2020 Incentive Plan
Prior to the closing of the Business Combination, the Gores III board of directors and stockholders approved the PAE Incorporated 2020 Equity Incentive Plan (the “2020 Incentive Plan”). The 2020 Incentive Plan provides for the grant of stock options, stock appreciation rights, restricted units and other stock or cash-based awards. There were no grants issued under the 2020 Incentive Plan during the three months ended March 29, 2020.
In connection with the Business Combination, the Company agreed to issue restricted stock units (RSUs) to employees representing the right to receive 1,581,960 shares of its Class A Common Stock (which was taken out of the proceeds at closing of the Business Combination of the Shay Stockholders). On April 14, 2020, subject to the effectiveness of a Form S-8 registration statement filed with the SEC on such date, the Company issued 1,581,960 RSUs to certain employees out of the shares approved for issuance under the 2020 Incentive Plan.
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These RSUs will cliff vest in a single installment on February 10, 2021, subject to the terms of the grant agreements and the 2020 Incentive Plan.
Also, on April 14, 2020, subject to the effectiveness of a Form S-8 registration statement filed with the SEC on such date, the Company issued 35,875 RSUs to its three independent directors in connection with their annual compensation as directors. Such RSUs will cliff vest in a single installment on February 9, 2021, subject to the terms of the grant agreements and the 2020 Incentive Plan.
On May 1, 2020, the Company issued 339,111 RSUs to certain employees out of the shares approved for issuance under the 2020 Incentive Plan. These RSUs cliff vest in a single installment on February 10, 2022, subject to the terms of the grant agreements and the 2020 Incentive Plan. Also, on May 1, 2020, the Company issued 220,202 RSUs to certain employees out of the shares approved for issuance under the 2020 Incentive Plan. These RSUs vest in equal annual installments over four years commencing February 10, 2021, subject to the terms of the grant agreements and the 2020 Incentive Plan. Also, on May 1, 2020, the Company issued 330,303 performance-based RSUs to certain employees out of the shares approved for issuance under the 2020 Incentive Plan. These performance-based RSUs earn out over a 3-year performance period, subject to the terms of the grant agreements and the 2020 Incentive Plan.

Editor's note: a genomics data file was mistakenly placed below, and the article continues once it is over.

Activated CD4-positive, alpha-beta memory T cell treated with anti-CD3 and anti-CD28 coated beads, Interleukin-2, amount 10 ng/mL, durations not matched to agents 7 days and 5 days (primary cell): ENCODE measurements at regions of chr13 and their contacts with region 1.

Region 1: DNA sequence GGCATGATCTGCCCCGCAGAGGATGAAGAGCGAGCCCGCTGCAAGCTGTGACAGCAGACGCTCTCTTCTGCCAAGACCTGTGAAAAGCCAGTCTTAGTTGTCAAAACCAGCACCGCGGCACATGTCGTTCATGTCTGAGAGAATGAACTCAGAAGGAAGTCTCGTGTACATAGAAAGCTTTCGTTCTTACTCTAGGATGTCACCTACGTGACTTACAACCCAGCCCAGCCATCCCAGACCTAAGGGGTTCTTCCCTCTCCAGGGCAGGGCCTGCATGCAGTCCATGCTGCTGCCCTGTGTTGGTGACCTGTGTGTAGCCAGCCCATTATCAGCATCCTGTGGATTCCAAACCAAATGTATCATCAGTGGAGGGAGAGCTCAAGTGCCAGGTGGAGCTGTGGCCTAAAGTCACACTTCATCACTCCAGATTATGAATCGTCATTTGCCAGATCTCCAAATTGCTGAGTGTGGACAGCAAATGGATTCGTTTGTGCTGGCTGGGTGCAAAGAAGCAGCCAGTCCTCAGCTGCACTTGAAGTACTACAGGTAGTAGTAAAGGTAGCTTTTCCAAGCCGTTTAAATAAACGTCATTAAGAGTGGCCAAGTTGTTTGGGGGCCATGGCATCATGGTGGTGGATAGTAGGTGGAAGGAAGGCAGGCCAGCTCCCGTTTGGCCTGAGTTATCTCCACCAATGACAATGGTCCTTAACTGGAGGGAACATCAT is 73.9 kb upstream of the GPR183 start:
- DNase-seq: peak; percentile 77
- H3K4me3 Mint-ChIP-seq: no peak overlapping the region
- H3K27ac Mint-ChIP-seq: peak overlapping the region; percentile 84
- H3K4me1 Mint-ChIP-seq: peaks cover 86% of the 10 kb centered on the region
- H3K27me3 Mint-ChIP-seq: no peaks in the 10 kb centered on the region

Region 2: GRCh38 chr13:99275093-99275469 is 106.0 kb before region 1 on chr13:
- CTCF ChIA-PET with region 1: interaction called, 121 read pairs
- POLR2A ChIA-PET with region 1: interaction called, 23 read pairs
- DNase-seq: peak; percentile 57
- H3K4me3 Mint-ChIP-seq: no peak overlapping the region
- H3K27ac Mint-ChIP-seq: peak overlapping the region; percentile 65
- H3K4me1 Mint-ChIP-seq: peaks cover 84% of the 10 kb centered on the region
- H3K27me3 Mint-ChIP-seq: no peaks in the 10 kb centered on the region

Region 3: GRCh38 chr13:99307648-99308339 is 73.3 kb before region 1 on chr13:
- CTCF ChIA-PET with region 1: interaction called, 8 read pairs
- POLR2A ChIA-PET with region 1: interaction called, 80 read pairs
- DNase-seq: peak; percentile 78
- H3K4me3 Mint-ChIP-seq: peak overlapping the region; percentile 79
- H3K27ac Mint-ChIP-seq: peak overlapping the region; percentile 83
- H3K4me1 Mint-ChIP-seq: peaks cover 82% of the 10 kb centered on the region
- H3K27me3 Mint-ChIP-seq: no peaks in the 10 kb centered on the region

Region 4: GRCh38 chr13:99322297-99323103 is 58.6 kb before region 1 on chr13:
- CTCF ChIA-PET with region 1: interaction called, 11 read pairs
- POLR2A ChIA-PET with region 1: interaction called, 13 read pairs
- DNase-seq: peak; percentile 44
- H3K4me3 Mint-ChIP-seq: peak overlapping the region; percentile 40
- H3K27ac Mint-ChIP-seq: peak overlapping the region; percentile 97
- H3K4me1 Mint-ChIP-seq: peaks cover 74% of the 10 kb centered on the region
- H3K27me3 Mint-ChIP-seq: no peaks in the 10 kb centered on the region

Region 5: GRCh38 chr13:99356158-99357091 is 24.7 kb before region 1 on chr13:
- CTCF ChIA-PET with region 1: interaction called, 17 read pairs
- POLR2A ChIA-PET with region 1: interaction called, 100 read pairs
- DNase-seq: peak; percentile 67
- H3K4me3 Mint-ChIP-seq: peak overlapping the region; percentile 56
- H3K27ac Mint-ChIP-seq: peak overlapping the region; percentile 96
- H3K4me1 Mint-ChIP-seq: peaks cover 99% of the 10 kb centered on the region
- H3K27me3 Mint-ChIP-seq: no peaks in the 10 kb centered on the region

13. Net Loss Per Share
Basic net loss per common share is determined by dividing the net loss attributed to stockholders by the weighted average number of common shares outstanding during the periods presented. Diluted loss per share is determined by adjusting the weighted average number of shares of common stock and common stock equivalents outstanding for the dilutive effect of common stock equivalents for the periods presented.
The following table sets forth the computation of basic and diluted loss per share attributable to the Company’s common stockholders for the periods presented (in thousands, except shares and per share amounts): 
Three Months Ended
March 29,March 31,
20202019
Numerator:
Net loss attributed to PAE Incorporated$(4,943) $(5,719) 
Denominator:
Basic and diluted weighted average shares 59,807,549  21,127,823  
Basic and diluted loss per share $(0.08) $(0.27) 

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The Company has not included the effect of 19,999,985 shares of Common Stock issuable upon the exercise of Warrants in the calculation of diluted net loss per share for the three months ended March 29, 2020 and the three months ended March 31, 2019 because the inclusion of such shares would be antidilutive based on the net loss reported. Warrants are considered anti-dilutive and excluded when the exercise price exceeds the average market value of the Company’s common stock price during the applicable period.
The Company has not included the effect of 4,000,000 Earn-Out Shares in the calculation of basic and diluted net loss per share for the three months ended March 29, 2020. The condition for the issuance of these shares based on the volume of weighted average closing sale price of the Company’s Class A Common Stock had not been met as of March 29, 2020.